U-M celebrates official name in Chinese


The University of Michigan has a new, official Chinese name: 密西根大学.

It was unveiled by S. Jack Hu, vice president for research, during the Pan Asia alumni reunion in Shanghai on May 28. 

“The Chinese culture places great importance on a name and its meanings, so does the university,” Hu said. “There were three Chinese translations of U-M. It is important for us to speak in one consistent voice.”

“密西根大学 is the name in Chinese that stays true to the original English and best captures our identity,” he said. “These Chinese characters reflect our Midwest roots and resonate with ‘The Champions of the West,’ a lyric from Michigan’s fight song, ‘The Victors.'”

U-M is looking forward to further global engagement with the Greater China and the Chinese-speaking regions and communities around the world, said Hu.

U-M has a long history of engagement with China. Judson Dwight Collins, a member of the first class to graduate from the university, went to China as a missionary 170 years ago. The close, enduring ties between U-M and China have been directly attributed to James B. Angell, who in 1880 took a one-year leave as the university’s president to serve as the U.S. minister to China. Angell later played a vital role in establishing scholarship programs for Chinese students to study in the United States. 

A major milestone in U-M’s relationship with modern China was when the university hosted the Chinese table tennis team “Ping Pong Diplomacy” trip to the United States in 1972 that later helped pave the way for normalization of relations between the two nations.

U-M has successful partnerships with China, including University of Michigan-Shanghai Jiao Tong University Joint Institute; University of Michigan-Peking University Health Science Center Joint Institute for Translational and Clinical Research; Tsinghua-Michigan Society of Fellows; University of Michigan-Tianjin University Joint Research Institute in Nantong; joint research program with the Beijing Institute of Collaborative Innovation; joint research program with DiDi Chuxing, China’s largest ride-sharing company; and University of Michigan-Sokon Research Center with Sokon Industry Group, an automaker and supplier in Chongqing.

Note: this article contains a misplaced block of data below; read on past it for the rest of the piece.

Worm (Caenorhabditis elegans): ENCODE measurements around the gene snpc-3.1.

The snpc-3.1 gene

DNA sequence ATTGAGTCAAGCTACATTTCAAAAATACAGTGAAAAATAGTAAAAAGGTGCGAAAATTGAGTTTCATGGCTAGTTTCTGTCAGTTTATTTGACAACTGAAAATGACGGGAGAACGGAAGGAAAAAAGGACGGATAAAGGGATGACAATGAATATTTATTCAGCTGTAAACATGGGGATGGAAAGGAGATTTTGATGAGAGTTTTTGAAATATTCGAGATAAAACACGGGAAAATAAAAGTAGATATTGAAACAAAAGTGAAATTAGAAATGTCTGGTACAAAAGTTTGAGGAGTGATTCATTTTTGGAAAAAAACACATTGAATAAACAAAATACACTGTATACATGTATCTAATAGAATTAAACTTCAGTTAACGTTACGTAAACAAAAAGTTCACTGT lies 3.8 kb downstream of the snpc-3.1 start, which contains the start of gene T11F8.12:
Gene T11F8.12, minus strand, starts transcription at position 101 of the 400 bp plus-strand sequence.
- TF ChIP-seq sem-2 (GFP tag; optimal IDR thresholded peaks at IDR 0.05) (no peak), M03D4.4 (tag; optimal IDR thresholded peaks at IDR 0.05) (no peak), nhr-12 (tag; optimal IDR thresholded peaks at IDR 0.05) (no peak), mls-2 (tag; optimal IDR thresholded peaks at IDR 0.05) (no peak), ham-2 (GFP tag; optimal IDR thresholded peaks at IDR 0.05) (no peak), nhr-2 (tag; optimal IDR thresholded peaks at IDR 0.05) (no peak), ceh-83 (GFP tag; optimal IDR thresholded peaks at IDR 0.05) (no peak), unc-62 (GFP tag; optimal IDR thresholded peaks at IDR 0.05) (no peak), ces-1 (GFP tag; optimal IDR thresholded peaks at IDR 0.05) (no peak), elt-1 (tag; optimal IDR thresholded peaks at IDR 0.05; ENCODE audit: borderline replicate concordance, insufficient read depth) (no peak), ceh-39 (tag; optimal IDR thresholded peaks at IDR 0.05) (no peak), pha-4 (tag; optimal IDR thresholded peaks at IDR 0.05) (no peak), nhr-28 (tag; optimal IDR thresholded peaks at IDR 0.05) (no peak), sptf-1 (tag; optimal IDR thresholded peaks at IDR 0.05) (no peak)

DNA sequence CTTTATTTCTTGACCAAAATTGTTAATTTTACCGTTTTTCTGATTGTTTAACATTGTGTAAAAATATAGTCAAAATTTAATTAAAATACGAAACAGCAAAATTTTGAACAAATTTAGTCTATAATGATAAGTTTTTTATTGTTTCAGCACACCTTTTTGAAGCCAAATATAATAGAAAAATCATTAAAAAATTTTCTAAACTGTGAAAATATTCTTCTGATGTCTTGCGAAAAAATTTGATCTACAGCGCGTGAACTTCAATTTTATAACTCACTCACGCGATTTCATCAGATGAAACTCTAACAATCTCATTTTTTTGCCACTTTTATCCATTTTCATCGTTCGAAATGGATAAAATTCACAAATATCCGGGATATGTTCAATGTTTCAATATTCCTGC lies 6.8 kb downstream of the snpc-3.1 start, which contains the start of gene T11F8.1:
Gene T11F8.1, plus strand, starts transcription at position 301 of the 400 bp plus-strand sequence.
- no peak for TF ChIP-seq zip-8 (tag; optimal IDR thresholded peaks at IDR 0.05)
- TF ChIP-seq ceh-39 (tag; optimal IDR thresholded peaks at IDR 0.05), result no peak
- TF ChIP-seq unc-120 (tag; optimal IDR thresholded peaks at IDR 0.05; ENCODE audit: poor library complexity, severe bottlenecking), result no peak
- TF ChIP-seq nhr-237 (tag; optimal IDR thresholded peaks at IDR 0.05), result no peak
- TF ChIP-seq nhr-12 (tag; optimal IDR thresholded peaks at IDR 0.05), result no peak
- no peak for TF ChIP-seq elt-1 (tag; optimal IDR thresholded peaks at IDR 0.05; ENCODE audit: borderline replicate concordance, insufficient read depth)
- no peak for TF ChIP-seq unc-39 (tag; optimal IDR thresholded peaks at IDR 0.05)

1. John Lockard
    on June 2, 2017 at 11:34 am

    I feel like the article nodded toward, but missed, something very important; what is the meaning behind these characters?

    I can go to a Translation site and see that “密西根大学” translates to “University of Michigan” and the pronunciation is “Mì xīgēn dàxué”. But, the article talks about these characters resonating with the lyrics ‘The Champions of the West’, and knowing that characters have meanings it would be nice to know the meaning of each symbol or how the symbols together give a deeper meaning.

    A quick translate on the individual characters give me:
    密 = Dense
    西 = Western
    根 = Root
    大学 = Big + Learn (University)

    But I’m not certain of the accuracy.

  2. Matt McLean
    on July 7, 2017 at 3:52 pm

    I agree with John’s comments, and would also add that the article missed an opportunity to further explain what the “…three Chinese translations of U-M.” are, and how this was the best choice.

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